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Steinhauer (67) leads in wind

August 31, 2007|From the Associated Press

Sherri Steinhauer shot a five-under-par 67 in windy conditions Thursday at Springfield, Ill., to take a one-stroke lead in the LPGA State Farm Classic, while Annika Sorenstam was four shots back in defense of her last tour title.

Steinhauer, the last of the 10 automatic qualifiers for the U.S. Solheim Cup team for the Sept. 14-16 matches against Europe in Sweden, had five birdies in her bogey-free round on the Panther Creek Country Club course. Winless since the 2006 Women's British Open, Steinhauer played alongside Solheim Cup teammate Angela Stanford (72).

"I think we do consider ourselves teammates out there and we're pulling for each other. . . . And we were talking about some things about Solheim out there today, and we're just really looking forward to the competition," the 44-year-old Steinhauer said.

Sorenstam, the winner last year at the Rail Golf Club, had two birdies and a bogey in a round of 71.

Last season at Rail, Sorenstam won the last of her 69 LPGA Tour titles, closing with a 10-under 62 to match the lowest final-round score by a tournament winner in tour history. The tournament moved to Panther Creek this year after 31 seasons at Rail.

"I thought today was tougher than the practice round and the pro-am," Sorenstam said. "The wind picked up and the ball traveled to different places. The greens are getting firmer and the fairway is getting firmer."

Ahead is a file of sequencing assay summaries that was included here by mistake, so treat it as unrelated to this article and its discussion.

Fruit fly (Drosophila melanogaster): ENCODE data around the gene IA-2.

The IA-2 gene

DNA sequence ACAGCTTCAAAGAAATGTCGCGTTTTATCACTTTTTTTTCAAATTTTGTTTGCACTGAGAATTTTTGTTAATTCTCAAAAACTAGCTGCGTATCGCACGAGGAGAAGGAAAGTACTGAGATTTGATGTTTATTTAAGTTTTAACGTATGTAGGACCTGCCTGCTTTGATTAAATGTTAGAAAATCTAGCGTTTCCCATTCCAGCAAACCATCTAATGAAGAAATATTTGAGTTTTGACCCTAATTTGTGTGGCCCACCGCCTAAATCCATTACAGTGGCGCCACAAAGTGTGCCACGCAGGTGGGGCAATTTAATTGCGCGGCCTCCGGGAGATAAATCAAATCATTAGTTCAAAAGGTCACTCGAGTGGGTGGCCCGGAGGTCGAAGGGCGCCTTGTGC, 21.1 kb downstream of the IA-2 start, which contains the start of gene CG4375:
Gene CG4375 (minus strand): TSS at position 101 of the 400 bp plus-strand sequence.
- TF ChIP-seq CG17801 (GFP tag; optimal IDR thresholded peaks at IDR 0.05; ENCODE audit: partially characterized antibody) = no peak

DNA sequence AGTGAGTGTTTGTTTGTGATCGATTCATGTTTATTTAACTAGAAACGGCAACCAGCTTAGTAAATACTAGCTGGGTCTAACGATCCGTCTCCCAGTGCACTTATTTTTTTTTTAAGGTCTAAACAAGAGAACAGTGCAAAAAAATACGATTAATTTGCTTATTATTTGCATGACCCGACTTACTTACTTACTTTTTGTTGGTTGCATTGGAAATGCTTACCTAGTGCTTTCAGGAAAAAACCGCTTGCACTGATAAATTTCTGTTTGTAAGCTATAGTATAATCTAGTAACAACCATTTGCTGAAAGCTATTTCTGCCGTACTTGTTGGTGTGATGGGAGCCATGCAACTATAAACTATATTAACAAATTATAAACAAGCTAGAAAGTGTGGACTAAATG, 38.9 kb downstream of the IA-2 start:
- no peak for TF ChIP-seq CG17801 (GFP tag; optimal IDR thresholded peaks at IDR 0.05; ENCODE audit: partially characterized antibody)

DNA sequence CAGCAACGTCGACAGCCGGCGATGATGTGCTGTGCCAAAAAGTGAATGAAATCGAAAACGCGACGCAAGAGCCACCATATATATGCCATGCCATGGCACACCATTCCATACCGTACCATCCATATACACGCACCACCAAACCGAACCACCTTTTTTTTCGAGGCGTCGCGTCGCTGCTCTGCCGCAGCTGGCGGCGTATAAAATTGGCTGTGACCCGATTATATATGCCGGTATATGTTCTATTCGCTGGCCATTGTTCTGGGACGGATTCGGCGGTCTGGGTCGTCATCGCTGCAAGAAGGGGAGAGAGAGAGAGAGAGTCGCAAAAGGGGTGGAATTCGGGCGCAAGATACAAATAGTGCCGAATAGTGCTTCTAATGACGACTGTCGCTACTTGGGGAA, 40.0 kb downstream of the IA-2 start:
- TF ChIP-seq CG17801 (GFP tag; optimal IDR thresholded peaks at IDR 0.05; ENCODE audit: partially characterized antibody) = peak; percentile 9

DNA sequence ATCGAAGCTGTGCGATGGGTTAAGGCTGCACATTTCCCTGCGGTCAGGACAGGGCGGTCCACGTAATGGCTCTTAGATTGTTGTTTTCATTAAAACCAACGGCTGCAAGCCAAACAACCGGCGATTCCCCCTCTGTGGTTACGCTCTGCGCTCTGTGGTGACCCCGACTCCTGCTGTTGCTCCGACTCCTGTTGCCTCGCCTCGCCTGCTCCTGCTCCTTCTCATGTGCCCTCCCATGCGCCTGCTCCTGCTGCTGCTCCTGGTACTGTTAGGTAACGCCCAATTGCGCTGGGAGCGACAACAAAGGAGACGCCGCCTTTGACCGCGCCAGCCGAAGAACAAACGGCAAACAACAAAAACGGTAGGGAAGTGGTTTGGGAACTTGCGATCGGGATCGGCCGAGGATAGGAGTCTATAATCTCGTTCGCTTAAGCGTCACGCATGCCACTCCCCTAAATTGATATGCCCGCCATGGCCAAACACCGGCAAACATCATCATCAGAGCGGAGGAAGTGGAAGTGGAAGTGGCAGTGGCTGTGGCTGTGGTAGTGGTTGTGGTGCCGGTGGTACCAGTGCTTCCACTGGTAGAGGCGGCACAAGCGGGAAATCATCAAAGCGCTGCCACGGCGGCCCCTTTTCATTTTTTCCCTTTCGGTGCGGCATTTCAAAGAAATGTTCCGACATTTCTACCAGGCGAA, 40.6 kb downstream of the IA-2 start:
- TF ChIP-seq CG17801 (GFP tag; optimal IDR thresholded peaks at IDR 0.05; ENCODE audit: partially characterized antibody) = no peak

Japanese star Ai Miyazato and Marcy Hart opened with 68s. Kraft Nabisco champion Morgan Pressel shot a 69. The 19-year-old Pressel closed with a double-bogey 6 on No. 9 after hitting into the water.

Christina Kim, Kate Golden, Angela Park, Rachel Hetherington, Janice Moodie and Leta Lindley also shot 69s.

The crowd following Tiger Woods around the TPC Boston grew steadily throughout the morning sunshine until it lined the length of the 18th fairway as he finished his pro-am Thursday at the Deutsche Bank Championship.

Maybe that's why some people believe the playoffs don't start until Woods shows up.

"Let's be honest about it," Rich Beem said. "There's only one person that really matters in this playoff system, and that's Tiger Woods. If Tiger is not playing, you're not going to have a whole lot of validity. If he's not playing, then how serious can we be about this?"

Woods skipped the first round of the PGA Tour playoffs last week at the Barclays, saying his body and mind needed a brief vacation after consecutive victories in stifling heat, the second title coming at the PGA Championship.

He looked plenty refreshed on the refurbished TPC Boston during the pro-am round, playing without a bogey and without much effort on his way to a 63. That's the same score he had the last time he was on this course, when he turned a three-shot deficit into a two-shot victory over Vijay Singh in the final round last year.

Woods is in fourth place in the playoff standings, behind Steve Stricker, K.J. Choi and Rory Sabbatini.

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